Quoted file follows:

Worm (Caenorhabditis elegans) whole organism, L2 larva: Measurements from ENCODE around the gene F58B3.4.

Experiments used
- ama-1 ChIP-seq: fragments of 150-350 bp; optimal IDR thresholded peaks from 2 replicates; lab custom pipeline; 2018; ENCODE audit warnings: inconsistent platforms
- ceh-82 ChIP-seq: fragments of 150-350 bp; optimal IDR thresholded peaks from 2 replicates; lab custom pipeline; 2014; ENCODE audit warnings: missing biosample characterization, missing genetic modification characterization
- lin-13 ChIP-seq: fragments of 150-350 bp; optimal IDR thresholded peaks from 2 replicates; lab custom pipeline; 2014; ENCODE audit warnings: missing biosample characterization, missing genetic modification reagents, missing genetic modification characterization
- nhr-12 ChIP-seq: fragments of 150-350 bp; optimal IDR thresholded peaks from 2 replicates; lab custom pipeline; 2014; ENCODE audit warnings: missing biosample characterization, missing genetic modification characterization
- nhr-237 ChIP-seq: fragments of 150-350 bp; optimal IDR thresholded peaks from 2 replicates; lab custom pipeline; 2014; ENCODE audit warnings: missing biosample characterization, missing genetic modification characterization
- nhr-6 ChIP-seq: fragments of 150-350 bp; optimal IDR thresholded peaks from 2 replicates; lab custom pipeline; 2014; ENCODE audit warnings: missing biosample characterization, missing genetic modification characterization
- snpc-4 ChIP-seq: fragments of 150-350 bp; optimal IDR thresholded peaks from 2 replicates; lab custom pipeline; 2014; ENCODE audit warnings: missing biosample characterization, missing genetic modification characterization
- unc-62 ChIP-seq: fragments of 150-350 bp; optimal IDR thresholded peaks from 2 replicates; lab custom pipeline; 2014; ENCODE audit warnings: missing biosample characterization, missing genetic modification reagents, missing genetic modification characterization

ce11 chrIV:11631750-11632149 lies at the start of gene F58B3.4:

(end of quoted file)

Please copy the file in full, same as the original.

Worm (Caenorhabditis elegans) whole organism, L2 larva: Measurements from ENCODE around the gene F58B3.4.

Experiments used
- ama-1 ChIP-seq: fragments of 150-350 bp; optimal IDR thresholded peaks from 2 replicates; lab custom pipeline; 2018; ENCODE audit warnings: inconsistent platforms
- ceh-82 ChIP-seq: fragments of 150-350 bp; optimal IDR thresholded peaks from 2 replicates; lab custom pipeline; 2014; ENCODE audit warnings: missing biosample characterization, missing genetic modification characterization
- lin-13 ChIP-seq: fragments of 150-350 bp; optimal IDR thresholded peaks from 2 replicates; lab custom pipeline; 2014; ENCODE audit warnings: missing biosample characterization, missing genetic modification reagents, missing genetic modification characterization
- nhr-12 ChIP-seq: fragments of 150-350 bp; optimal IDR thresholded peaks from 2 replicates; lab custom pipeline; 2014; ENCODE audit warnings: missing biosample characterization, missing genetic modification characterization
- nhr-237 ChIP-seq: fragments of 150-350 bp; optimal IDR thresholded peaks from 2 replicates; lab custom pipeline; 2014; ENCODE audit warnings: missing biosample characterization, missing genetic modification characterization
- nhr-6 ChIP-seq: fragments of 150-350 bp; optimal IDR thresholded peaks from 2 replicates; lab custom pipeline; 2014; ENCODE audit warnings: missing biosample characterization, missing genetic modification characterization
- snpc-4 ChIP-seq: fragments of 150-350 bp; optimal IDR thresholded peaks from 2 replicates; lab custom pipeline; 2014; ENCODE audit warnings: missing biosample characterization, missing genetic modification characterization
- unc-62 ChIP-seq: fragments of 150-350 bp; optimal IDR thresholded peaks from 2 replicates; lab custom pipeline; 2014; ENCODE audit warnings: missing biosample characterization, missing genetic modification reagents, missing genetic modification characterization

ce11 chrIV:11631750-11632149 lies at the start of gene F58B3.4: